The International Indian Ocean Expedition (IIOE), conducted during 1962–1965, was the first major attempt to study the Indian Ocean, its processes and diversity. It resulted into many multidisciplinary collaborations and gave birth to institutions such as National Institute of Oceanography (NIO) in India. The second IIOE (IIOE-2) was observed during 2015–2020, commemorating 5 decades of the first IIOE, and witnessed even greater participation globally. It was underlined at the onset of IIOE-2 that the Indian Ocean is a relatively poorly studied ocean of the world (Hood et al., 2016). It is, thus, important to ensure that the resources from this unique (landlocked from the north) ocean are harnessed in harmony with sustainability and with the equal opportunities. For successful planning and execution, it is imperative for the resource managers to have community participation (Martini et al., 2017). Hence, it is especially important for the IOR countries to chart the right path on the eve of the United Nations Decade of Ocean Science for Sustainable Development (UNDOSSD, 2021–2030).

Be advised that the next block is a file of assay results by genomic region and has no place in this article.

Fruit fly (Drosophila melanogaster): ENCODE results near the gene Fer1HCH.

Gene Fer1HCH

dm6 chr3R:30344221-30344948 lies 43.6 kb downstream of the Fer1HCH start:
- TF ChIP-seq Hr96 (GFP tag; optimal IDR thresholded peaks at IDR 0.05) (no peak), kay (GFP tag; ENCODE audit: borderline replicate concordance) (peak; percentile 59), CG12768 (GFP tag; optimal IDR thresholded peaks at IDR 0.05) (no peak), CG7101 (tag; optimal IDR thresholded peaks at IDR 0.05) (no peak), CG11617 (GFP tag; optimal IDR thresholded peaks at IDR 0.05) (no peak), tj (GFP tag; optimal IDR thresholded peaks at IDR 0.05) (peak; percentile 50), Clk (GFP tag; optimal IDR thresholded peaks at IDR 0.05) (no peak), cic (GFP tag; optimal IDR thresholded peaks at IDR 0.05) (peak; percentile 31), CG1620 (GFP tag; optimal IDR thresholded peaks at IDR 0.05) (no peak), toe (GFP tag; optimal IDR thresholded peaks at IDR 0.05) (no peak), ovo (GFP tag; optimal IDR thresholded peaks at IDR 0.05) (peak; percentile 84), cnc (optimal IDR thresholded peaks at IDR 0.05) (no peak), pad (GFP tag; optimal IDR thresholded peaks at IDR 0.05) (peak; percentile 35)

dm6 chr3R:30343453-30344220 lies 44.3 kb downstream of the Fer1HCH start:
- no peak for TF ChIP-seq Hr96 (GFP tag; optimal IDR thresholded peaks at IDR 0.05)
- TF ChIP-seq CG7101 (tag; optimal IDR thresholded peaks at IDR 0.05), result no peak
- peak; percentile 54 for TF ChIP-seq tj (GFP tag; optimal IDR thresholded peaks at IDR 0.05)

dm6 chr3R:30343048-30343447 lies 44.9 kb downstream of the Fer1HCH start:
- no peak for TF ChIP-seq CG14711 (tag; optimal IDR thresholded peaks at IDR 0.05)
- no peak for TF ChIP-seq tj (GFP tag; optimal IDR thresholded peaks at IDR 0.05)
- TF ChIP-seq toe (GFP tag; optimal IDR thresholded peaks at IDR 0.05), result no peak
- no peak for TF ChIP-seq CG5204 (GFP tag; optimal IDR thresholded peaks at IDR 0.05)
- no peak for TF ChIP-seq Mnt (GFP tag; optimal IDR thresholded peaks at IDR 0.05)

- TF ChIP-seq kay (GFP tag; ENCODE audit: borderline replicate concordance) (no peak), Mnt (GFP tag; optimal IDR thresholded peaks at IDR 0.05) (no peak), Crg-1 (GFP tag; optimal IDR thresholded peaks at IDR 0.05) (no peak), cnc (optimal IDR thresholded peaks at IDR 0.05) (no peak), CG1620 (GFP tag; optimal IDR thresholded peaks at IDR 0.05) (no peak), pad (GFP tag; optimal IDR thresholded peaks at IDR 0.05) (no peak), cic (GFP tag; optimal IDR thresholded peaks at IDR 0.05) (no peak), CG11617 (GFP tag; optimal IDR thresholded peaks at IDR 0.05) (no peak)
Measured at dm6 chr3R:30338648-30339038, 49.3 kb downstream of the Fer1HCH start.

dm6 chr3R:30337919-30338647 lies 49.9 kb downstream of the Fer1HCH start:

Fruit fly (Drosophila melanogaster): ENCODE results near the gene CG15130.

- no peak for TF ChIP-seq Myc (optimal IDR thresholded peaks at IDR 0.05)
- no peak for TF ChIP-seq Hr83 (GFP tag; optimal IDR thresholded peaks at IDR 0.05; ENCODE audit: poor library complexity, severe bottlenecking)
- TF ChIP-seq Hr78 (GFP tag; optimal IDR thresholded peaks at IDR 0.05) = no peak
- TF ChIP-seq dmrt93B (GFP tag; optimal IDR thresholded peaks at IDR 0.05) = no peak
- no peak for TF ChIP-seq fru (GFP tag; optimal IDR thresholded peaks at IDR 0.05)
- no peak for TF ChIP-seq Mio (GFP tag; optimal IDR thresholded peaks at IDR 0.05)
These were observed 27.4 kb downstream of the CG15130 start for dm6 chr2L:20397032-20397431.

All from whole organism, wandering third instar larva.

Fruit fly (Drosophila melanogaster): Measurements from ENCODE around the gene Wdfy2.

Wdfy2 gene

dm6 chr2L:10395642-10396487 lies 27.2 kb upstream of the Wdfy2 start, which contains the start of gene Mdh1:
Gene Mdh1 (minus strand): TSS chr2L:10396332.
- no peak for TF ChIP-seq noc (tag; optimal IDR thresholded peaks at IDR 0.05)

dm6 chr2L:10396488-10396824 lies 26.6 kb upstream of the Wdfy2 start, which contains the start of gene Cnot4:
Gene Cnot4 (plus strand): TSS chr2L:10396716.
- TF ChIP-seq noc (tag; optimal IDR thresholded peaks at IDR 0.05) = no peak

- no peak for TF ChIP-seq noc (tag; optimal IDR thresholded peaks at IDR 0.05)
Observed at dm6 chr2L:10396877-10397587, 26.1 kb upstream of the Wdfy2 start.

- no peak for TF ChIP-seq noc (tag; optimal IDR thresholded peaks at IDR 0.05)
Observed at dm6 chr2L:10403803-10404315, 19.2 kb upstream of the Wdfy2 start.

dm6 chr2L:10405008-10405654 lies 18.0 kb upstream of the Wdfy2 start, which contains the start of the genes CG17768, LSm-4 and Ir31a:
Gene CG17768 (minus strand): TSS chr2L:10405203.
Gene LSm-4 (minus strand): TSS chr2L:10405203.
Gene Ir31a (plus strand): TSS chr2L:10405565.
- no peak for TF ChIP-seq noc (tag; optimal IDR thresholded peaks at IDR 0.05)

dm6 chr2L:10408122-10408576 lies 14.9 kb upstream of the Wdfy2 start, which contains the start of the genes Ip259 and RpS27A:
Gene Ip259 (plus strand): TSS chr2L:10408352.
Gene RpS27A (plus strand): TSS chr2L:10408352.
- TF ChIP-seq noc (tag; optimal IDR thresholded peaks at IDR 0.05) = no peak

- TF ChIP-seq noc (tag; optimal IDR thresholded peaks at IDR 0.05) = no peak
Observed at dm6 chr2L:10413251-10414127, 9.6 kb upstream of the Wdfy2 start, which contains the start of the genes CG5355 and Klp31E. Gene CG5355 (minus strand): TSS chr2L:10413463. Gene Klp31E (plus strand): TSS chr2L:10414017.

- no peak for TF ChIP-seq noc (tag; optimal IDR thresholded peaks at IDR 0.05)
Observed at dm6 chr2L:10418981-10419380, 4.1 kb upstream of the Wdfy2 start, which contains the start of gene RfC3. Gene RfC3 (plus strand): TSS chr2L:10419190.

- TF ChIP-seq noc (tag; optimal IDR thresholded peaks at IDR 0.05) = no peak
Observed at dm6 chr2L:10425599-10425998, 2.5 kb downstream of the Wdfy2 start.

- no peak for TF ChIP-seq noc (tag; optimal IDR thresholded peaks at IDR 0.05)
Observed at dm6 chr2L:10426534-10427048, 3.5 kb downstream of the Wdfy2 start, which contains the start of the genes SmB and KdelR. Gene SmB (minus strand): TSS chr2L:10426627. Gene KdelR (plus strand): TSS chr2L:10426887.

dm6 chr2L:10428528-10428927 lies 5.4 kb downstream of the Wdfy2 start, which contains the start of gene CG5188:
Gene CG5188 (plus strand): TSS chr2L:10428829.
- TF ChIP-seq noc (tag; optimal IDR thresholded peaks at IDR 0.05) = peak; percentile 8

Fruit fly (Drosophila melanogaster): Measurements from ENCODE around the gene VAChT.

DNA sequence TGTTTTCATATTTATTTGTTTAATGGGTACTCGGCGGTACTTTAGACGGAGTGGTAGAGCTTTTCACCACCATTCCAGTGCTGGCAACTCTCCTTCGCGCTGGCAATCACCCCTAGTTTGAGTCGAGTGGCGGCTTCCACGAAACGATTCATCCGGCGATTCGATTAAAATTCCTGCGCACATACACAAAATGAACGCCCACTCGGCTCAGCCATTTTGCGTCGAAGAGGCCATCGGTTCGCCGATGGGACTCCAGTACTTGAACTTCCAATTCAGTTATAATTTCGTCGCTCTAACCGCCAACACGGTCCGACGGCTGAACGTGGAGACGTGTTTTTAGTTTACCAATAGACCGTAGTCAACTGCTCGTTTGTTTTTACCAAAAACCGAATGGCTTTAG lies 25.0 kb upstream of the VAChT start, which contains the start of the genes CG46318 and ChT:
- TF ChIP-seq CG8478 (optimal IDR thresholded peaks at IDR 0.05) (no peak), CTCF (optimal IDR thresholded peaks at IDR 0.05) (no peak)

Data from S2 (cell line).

The advancement of geosciences in last century has provided us with many tools to cope with the changing environment and associated challenges. The role of providing such insights in the 21st century is shifting to operational oceanography (OSOS, 2019). Operational oceanography is defined as systematic and sustained ocean observations which are converted into outputs as per the stakeholder or user requirements, using the scientific research done in the development of those outputs. Operational ocean services are the mechanism through which these outputs are disseminated effectively (often in real time or near-real time) and feedbacks are collected based on users' experience and needs (Fig. 1). A robust combination of observations and modelling, artificial intelligence, effective tools of interpretation and user-friendly dissemination of information can change millions of lives that are dependent on the oceans. This paper hypothesizes that the best possible approach to win the community attention (and to invoke the responsible ownership of the resources) is to engage the communities with the operational-ecosystem-related services. Furthermore, this paper explores the regional needs and solutions based on presently available data and technologies.